VW Beetle Repair: washer system
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One of the things that never worked about the car was the washer system. When I bought it, if you pulled the wiper lever toward you, you could hear liquid running, but nothing came out and hit the windshield. If you pulled it and held it for several seconds, eventually washer fluid would start running out the water drain from underneath the car. I even bought a couple of new washer squirter nozzle things thinking that the nozzles were blocked or something. The car remained like this for a year and a half.
During the long forced convolescence while I was
fixing the brakes, I also did some work on th wiring up behind the dash board. This involved getting the fresh air box out of the way. One time when I was working there, I spotted the culprit: It appears that the hose that goes to the washer nozzle has been severed:
This is why washer fluid goes somewhere but not where it's supposed to. It also means that when I was trying to use it, washer fluid was draining out on the floor of the luggage compartment right under where all the wiring is. Oops!
A quick refresher in the anatomy of the beetle washer system. The force to move the washer fluid is provided by the air in the spare tire. The spare tire pressurizes the washer fluid reservoir. The outlet tube from the reservoir goes up through the luggage compartment, through the bottom of the dash board and out into the passenger compartment where it hooks to the washer fluid valve on the bottom of the steering column. The valve is there so that it can be actuated by the wiper/washer lever. Another tube then goes from the steering column through another hole in the lower part of the dash board up past the wiper motor assembly and to the one squirter nozzle in the center of the hood (the one little doo-hickey has two nozzles).
So what had happened before I bought the car is that the tube from the steering column to the washer nozzles had been severed, most likely by the wiper assembly at some point. It was a simple thing to run the hose from the steering column back to the nozzles. Repair iteration ONE.
Then it only remained to fill the spare tire with air and hook up the pressure line to the washer fluid reservoir, and bask in the sound of hissing air knowing that this repair was done. This was on the second successful test drive for the brakes, so I was just driving around town. A little more than 10 minutes later, I'm most of the way home, and I hear loud hissing and my feet and legs are wet all of a sudden. I pulled over and blocked the hose which is squirting washer fluid all over me. What had apparently happened was this: The design of the washer system is as simple as possible, so there's no regulator on the incoming pressure line, and so the entire supply side of the washer fluid system is pressurized at the pressure of the spare tire (40 psi). That means the washer fluid reservoir, the hose coming through the luggage compartment, all the way up and including the input side of the valve on the steering column, are all at that same full pressure. (You can tell this by squeezing the hose. It's pretty stiff against compression.) As it turned out, the way the hose was secured to the input side of the steering column valve was not sufficient to stand up to 40 psi, so the hose worked its way off and released the pressure, along with half a gallon of washer fluid. Upon getting home, I lashed that sucker on there with two cable ties. It was NOT coming off again. Repair iteration TWO.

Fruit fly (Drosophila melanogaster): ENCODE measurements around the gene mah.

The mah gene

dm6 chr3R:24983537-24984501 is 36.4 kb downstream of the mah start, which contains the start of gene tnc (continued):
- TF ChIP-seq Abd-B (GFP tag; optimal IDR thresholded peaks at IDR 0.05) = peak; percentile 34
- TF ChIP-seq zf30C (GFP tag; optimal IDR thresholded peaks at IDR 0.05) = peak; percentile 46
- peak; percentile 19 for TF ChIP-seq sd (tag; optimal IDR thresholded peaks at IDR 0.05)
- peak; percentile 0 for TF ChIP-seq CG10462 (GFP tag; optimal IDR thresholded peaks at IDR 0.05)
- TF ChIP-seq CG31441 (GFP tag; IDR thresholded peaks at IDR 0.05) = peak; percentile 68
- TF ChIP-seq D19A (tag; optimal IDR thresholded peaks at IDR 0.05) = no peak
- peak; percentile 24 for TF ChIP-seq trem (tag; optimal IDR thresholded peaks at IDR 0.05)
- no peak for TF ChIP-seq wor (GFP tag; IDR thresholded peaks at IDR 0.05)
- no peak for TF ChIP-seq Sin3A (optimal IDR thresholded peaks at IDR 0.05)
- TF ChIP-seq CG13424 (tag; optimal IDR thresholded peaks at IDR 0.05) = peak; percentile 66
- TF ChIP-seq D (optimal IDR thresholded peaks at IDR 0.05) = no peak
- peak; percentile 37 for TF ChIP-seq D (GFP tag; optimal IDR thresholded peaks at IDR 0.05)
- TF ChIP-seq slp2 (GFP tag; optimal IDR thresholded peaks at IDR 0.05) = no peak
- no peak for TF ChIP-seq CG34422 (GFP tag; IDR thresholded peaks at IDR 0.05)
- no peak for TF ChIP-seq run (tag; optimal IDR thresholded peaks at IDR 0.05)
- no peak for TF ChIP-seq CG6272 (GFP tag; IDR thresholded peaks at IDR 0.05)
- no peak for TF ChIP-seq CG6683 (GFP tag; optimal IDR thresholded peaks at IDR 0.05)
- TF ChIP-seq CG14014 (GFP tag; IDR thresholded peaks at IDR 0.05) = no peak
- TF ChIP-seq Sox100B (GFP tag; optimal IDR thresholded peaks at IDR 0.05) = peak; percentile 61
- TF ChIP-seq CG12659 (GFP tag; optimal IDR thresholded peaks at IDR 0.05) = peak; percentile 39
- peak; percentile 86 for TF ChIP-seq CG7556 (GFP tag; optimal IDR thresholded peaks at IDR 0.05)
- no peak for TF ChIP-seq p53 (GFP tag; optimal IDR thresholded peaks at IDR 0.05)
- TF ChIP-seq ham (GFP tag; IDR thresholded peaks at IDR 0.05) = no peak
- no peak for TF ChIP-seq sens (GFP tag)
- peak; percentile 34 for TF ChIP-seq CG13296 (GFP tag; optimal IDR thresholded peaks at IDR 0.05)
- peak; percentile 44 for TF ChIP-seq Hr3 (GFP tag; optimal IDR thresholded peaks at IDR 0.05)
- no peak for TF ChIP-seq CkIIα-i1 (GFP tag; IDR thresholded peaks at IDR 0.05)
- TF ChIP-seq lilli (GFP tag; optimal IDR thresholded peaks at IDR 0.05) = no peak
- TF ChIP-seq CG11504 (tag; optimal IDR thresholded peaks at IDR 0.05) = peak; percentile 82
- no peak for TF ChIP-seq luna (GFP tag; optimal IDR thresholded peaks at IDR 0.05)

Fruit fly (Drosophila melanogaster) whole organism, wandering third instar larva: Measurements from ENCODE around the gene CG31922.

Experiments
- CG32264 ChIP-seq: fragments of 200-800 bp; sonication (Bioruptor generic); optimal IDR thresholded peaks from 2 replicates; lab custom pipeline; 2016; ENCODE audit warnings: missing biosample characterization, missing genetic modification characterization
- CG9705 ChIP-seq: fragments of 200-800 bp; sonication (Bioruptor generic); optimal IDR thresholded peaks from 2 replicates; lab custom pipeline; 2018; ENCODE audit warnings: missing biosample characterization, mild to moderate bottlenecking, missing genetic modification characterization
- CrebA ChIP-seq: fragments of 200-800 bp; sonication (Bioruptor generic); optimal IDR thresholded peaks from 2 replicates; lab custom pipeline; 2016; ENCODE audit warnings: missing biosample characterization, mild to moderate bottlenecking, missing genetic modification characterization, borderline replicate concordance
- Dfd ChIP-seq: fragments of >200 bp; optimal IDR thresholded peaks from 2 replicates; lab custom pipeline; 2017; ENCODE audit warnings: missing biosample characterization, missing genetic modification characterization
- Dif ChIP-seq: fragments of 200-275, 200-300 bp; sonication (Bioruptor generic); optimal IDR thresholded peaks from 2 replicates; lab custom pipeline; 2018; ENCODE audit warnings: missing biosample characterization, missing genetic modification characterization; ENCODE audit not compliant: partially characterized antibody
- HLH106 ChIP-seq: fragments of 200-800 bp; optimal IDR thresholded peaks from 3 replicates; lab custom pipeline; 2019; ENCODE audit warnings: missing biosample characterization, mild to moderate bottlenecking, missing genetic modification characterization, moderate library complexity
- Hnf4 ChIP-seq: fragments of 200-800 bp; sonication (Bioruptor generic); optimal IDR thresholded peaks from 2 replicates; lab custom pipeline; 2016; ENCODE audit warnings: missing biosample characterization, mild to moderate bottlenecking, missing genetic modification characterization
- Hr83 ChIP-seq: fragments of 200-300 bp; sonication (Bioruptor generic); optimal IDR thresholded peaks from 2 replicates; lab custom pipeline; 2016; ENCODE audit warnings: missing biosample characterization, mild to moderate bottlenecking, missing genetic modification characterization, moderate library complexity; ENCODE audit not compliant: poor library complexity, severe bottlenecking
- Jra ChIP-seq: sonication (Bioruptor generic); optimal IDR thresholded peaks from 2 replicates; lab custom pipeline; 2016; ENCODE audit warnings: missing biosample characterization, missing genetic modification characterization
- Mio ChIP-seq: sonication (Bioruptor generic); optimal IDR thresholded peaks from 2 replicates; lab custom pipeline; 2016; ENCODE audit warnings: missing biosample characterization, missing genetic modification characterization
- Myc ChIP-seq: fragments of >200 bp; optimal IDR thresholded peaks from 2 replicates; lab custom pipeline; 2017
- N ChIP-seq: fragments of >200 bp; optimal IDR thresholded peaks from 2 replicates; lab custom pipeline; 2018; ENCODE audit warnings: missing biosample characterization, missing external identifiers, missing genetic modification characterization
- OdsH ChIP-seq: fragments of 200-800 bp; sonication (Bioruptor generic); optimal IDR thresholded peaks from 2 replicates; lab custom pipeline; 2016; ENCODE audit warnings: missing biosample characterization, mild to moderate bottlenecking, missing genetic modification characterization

That lasted over a day. A couple of days later, I came out to the garage to discover this: A lake of washer fluid running out from under the car, and the brake fluid reservoir empty. Fortunately this time, the leak was somewhere with good drain holes in the car, so it wasn't a clean-up issue. I finally found the break. The hose itself had ruptured, which meant that the whole hose needed to be replace, since it apparely can't stand up to that amount of pressure. *sigh* I went back to the parts store and bought two sections of 5/32 rubber tubing for vacuum lines and washer fluid. The boxes were six feet long each, which isn't enough to reach, so I bought two boxes and hose hardware to be able to join the lines together.
One slightly odd thing was the new hose has much thicker walls than the original. Here is the seal nut on the bottom of the washer fluid reservoir. The new (fatter walled) hose fits fine over the outlet of the tank, but it won't fit through the hole in the center of the nut. A problem that's easily enough solved with a file, reaming out the hole in the nut.
So repair THREE consists of new hose, modifying the seal nut on the reservoir outlet, new routing of the supply-side hose:
a hose union in the middle to join the two pieces together:
and cable ties on the steering column to make sure that the sucker doesn't come off again.
I hooked the system back up yesterday and it seems to work. As of this writing (June 12, 2008), it hasn't leaked yet, so hopefully we won't get any more iterations. This is an excellent illustration of the sorts of things that happen all the time with vintage cars, and that you need to be able to cope with to own one. These sorts of things WILL happen, and I can't imagine taking these sorts of problems to someone else to try to fix.